Requested statement: Informed written consent was obtained from all panelists to participate in this taste study. As a taste study, and not a medical study in the sense of the WMA Declaration of Helsinki, it did not require approval of an independent review board (highly diluted preparations were tasted and spat out–they were not ingested). Nevertheless, it was conducted according to the principles of the WMA Declaration of Helsinki where applicable.

Results

The results of the determination of bitterness values are shown in Table 1. Remarkable is the variation of the individuals' results as indicated by the relative standard deviation and the dispersion of the results in the box-and-whisker diagram (Figure 3). In contrast to the average, the medians of the results, as depicted in the box-and-whisker diagram, are different from each other. The observed variation was probably provoked by the test panel consisting of untrained members only [23]. Thirteen out of fifteen panel members found (R)-PZQ to taste less bitter than racemic PZQ. Although no statistical test is required or proposed by the European Pharmacopoeia, a statistical test (using SAS software, release 9.1.3, SAS Institute Inc., Cary, NC, USA) was conducted to investigate the observed difference between the compounds. Considering the small sample size and the nature of the data which does not justify the assumption of a normal distribution, a nonparametric, distribution-free method was chosen. On the 5% level of significance, Wilcoxon's Signed Rank Test (two-sided) resulted in a significant difference between the taste of racemic PZQ and (R)-PZQ (p = 0.0107). This result was confirmed by the Sign Test (two-sided, p = 0.0018).

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Figure 3. Box-and-whisker diagram of the individual bitterness values for racemic PZQ and (R)-PZQ.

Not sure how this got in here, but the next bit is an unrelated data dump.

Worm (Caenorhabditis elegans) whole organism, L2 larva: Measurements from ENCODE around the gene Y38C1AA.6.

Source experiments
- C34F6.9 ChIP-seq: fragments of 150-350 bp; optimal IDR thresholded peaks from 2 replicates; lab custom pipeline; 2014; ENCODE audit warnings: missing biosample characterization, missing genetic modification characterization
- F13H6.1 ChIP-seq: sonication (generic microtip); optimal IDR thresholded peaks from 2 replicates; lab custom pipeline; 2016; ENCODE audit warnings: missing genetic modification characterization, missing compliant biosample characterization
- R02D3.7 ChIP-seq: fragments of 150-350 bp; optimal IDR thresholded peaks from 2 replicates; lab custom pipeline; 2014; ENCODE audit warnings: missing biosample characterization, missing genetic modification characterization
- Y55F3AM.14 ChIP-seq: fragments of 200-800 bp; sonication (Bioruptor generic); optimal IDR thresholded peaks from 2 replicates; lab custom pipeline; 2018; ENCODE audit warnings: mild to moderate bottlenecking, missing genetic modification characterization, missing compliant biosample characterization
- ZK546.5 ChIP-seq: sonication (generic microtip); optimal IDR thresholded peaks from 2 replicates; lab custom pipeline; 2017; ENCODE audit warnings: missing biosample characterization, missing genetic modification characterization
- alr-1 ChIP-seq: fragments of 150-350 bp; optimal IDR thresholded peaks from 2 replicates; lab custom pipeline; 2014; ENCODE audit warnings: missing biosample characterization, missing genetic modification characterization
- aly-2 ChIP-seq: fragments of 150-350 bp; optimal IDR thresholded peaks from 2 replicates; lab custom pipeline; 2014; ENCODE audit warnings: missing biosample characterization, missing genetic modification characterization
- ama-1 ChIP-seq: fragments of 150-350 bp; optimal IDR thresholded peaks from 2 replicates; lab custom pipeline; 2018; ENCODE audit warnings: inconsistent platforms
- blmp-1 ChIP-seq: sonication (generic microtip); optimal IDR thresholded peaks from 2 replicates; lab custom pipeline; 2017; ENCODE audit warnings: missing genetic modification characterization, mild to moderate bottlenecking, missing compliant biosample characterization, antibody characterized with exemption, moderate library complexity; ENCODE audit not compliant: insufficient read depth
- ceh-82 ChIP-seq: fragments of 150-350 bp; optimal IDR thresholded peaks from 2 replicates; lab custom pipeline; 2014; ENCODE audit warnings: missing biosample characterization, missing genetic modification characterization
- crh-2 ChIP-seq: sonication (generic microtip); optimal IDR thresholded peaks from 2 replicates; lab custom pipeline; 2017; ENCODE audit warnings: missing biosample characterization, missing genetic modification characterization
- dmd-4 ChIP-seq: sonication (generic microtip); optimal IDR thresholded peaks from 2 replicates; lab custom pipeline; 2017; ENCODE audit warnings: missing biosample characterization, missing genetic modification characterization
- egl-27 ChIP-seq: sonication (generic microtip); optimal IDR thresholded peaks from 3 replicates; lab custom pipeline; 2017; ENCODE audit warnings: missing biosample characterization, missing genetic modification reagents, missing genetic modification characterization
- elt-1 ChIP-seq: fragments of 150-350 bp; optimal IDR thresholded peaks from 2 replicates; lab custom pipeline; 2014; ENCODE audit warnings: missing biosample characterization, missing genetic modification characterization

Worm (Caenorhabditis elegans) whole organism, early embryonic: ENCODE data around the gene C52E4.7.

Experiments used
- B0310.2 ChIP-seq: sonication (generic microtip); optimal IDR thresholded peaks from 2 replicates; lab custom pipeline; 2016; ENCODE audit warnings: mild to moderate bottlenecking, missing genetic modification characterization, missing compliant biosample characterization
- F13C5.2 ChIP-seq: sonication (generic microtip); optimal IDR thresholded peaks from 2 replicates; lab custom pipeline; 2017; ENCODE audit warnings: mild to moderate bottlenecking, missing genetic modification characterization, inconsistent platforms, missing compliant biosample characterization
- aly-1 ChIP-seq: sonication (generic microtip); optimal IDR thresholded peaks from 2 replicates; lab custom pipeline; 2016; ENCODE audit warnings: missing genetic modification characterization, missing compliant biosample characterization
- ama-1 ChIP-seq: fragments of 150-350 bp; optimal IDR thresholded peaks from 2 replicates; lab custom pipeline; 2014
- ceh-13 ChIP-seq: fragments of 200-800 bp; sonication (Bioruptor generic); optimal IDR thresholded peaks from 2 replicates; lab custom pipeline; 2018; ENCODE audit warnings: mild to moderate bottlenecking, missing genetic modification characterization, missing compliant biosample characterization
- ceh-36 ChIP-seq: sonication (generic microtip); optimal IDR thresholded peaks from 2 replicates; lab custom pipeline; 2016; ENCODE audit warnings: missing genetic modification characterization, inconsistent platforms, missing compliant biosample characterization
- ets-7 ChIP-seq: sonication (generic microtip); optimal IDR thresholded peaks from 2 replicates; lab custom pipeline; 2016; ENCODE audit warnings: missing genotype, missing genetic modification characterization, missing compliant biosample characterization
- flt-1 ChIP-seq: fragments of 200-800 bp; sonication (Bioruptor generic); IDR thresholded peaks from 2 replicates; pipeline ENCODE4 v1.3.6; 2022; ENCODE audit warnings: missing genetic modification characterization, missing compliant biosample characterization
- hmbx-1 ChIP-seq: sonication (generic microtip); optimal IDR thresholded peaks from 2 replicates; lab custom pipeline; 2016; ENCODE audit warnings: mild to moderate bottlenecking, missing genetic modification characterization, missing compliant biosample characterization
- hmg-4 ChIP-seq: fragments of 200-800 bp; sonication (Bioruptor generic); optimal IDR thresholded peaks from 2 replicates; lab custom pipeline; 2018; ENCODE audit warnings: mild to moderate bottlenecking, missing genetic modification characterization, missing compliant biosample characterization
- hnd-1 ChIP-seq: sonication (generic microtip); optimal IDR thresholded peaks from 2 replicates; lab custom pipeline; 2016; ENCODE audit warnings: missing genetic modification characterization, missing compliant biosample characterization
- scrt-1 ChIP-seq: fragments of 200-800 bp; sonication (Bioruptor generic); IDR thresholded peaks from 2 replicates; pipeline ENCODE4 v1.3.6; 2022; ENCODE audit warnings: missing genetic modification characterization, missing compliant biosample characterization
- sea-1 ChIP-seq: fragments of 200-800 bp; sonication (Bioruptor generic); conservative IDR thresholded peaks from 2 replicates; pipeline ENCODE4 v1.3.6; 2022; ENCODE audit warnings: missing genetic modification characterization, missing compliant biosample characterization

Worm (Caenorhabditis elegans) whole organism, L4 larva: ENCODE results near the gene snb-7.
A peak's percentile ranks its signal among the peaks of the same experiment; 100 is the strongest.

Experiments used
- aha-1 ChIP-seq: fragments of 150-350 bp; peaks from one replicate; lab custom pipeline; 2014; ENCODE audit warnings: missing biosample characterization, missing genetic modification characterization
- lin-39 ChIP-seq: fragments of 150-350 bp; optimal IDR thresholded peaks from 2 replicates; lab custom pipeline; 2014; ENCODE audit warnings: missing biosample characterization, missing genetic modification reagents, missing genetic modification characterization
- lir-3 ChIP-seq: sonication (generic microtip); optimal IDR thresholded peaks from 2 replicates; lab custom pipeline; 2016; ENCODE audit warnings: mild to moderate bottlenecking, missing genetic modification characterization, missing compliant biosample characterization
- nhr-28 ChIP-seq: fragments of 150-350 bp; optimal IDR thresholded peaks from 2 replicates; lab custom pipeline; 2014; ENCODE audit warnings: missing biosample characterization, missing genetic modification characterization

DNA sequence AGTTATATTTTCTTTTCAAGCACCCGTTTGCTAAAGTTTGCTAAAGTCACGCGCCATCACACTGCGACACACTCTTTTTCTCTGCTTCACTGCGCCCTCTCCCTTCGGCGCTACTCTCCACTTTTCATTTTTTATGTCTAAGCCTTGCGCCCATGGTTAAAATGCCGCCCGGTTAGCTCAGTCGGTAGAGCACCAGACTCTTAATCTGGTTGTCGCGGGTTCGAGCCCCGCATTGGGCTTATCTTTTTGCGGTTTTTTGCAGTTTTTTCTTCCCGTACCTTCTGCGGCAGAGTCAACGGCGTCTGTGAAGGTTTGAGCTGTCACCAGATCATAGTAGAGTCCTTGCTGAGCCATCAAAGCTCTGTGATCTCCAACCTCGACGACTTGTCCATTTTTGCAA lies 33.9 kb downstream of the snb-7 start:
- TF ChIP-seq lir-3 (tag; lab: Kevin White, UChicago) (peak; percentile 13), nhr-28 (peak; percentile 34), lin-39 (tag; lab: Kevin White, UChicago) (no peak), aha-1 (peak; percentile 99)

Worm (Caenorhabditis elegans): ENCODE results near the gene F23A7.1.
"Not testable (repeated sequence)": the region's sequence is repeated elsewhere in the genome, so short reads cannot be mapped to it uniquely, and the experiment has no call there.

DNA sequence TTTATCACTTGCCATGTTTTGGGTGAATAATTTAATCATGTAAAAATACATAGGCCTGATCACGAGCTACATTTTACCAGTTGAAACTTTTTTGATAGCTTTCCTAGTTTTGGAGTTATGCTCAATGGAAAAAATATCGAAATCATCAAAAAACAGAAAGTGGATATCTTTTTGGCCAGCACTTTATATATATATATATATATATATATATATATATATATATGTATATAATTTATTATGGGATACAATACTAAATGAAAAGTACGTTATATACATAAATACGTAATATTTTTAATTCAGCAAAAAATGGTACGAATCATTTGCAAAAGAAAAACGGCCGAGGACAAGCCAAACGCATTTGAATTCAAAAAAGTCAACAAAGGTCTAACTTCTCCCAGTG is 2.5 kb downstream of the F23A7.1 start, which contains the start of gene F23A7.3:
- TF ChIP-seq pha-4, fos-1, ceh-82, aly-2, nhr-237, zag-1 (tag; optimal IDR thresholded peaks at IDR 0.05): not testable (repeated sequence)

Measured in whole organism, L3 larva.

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Table 1. Bitterness values for racemic PZQ and schistosomicidal (R)-PZQ

doi:10.1371/journal.pntd.0000357.t001

In addition to the quantitative determination of the bitterness values, qualitative taste sensations were noted by the members of the test panel for each compound. For racemic PZQ, all panel members commonly observed the sensation of an unpleasant chemical or metallic taste or a taste circumscribed best by old rubber. On the other hand, for (R)-PZQ the panellists commonly described the sensation of a moderate chemical taste, comparable to that of a polyethylene or a rubber pipe. Although the tastes were not recognized alike across the test panel, for the majority of the test panel we can state that (R)-PZQ had a less unpleasant taste compared to racemic PZQ.

Discussion

The schistosomicidal component of regular PZQ, (R)-PZQ has a less unpleasant taste compared to racemic PZQ, which was found to be comparably bitter or unpleasant. It can be assumed that the disgusting taste of racemic PZQ stems from the non-schistosomicidal component, (S)-PZQ. Removing the latter from currently used racemic PZQ therefore not only offers the chance to halve the dose, with the potential to decrease the number or size of the tablets, but also addresses the second disadvantage of regular, racemic PZQ-its unpleasant taste. With this finding and its publication we would like to offer an additional incentive to focus work of the PZQ R&D community on further decreasing the cost of production of (R)-PZQ with the goal to switch to pure (R)-PZQ as a replacement for racemic PZQ for the treatment of school-age children against schistosomiasis.

Acknowledgments

We thank Karl-Heinz Grimm for analytical support and Eva Zschiesche for statistic expert advice and calculations.

Author Contributions

Conceived and designed the experiments: HS CM. Performed the experiments: TM HS SF HB DS. Analyzed the data: HS SF DS CM. Contributed reagents/materials/analysis tools: TM HB. Wrote the paper: TM SF CM.